One of the things I really appreciate about Slackware (and thusly Vector) is that, with very few exceptions, the packages are built from source code which is unmodified from that available from the originating project's homepages. This minimizes risk of errors creeping into a package and eases the task of customizing a project to my own needs. Better still, it allows me to readily contribute back to a project or otherwise participate in its development.
Randomly scanning through some of the "packages" (actually just scripts) in the Crux repositories, I see that many of them follow this same practice (of obtaining source directly from the project). However, I do not see a ready way to determine if or when this is the case (I had to manually compare the sources specified in the scripts with the projects' source locations); and determining what modifications might have been made to the source if it is from a different location.
So, my first concern is about how this "chain of custody" of package source is to be addressed.
In addition, Crux packaging guidelines seem to specify three practices that are at odds with guidelines of Slackware (and, to my knowledge, Vector):
- Stripping documentation files from the package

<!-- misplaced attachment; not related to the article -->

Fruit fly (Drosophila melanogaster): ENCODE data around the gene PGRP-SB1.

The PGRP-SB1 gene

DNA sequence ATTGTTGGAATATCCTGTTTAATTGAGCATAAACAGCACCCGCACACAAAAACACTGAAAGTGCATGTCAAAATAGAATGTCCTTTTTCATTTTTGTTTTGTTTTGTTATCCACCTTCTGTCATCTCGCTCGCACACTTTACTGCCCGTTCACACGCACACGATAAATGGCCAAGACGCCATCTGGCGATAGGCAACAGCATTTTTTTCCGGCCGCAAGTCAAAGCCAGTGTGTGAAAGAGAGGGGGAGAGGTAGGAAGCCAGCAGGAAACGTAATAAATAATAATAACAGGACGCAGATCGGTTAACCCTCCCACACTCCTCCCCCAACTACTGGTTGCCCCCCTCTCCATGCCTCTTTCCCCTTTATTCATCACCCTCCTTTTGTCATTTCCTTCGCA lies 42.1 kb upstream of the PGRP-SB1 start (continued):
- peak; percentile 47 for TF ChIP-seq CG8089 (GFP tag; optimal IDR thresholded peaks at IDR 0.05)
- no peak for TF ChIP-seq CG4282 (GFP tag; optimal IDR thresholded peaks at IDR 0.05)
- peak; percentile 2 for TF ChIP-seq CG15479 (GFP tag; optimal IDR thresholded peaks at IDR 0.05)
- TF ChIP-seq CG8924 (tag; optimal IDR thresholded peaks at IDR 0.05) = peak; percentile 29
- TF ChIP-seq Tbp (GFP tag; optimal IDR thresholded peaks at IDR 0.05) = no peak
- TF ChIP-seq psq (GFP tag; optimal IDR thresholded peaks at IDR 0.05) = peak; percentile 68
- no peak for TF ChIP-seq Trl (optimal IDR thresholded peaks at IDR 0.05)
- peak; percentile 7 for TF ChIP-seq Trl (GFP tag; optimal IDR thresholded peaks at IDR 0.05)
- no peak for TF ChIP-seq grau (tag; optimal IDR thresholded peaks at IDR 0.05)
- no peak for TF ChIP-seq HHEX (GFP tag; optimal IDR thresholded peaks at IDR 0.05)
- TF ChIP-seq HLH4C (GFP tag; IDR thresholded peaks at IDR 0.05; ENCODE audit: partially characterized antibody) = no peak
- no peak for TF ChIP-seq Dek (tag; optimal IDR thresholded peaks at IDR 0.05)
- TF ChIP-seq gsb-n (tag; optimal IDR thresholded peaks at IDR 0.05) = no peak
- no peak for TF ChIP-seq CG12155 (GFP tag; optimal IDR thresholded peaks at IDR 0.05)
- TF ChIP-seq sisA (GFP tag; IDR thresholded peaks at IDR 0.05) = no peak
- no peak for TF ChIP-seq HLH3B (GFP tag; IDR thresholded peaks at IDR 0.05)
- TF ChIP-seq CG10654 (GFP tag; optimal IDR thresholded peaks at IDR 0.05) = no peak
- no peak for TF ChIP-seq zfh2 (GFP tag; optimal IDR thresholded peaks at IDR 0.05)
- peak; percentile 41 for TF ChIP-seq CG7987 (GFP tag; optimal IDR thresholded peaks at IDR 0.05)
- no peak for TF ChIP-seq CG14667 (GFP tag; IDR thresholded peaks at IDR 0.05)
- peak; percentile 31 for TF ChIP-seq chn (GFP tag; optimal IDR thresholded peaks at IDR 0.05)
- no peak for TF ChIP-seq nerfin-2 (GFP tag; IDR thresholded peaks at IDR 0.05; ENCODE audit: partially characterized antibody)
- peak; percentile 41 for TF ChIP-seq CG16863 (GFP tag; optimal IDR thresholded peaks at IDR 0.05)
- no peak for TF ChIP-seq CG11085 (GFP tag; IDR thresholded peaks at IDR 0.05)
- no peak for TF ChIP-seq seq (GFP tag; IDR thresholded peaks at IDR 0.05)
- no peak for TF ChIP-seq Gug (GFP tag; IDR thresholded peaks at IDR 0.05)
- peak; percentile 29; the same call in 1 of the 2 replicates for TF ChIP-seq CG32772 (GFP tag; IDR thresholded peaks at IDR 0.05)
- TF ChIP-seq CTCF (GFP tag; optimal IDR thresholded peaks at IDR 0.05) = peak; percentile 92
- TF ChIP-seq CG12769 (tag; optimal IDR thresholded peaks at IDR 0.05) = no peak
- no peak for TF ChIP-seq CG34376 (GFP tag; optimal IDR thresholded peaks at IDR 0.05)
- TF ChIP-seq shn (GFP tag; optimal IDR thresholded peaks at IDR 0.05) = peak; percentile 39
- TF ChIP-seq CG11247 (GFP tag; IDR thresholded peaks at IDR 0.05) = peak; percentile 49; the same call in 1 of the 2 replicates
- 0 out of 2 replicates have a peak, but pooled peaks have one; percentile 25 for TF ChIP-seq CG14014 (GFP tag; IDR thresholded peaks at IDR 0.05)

- Disabling language support (NLS)
- Separating related programs into multiple packages
It appears that the only benefits of incorporating Crux ports packaging into Vector would be the catalog of available Crux scripts and the fact that a packager doesn't have to search for a project's homepage for source. It seems to me, the first benefit would be better covered by implementation of a repository of Vector-Build scripts (something which would probably be necessary anyway, owing to the differing guidelines between Crux and Vector); and the second benefit is pretty well nullified by the fact that packagers will need to document any disparities between the included sources and those of the originating project (knowledge necessary to the Vectelopers, if not the users).
The NLS problem is easily handled automatically, but for the other concerns, using Crux ports might entail more effort than it saves.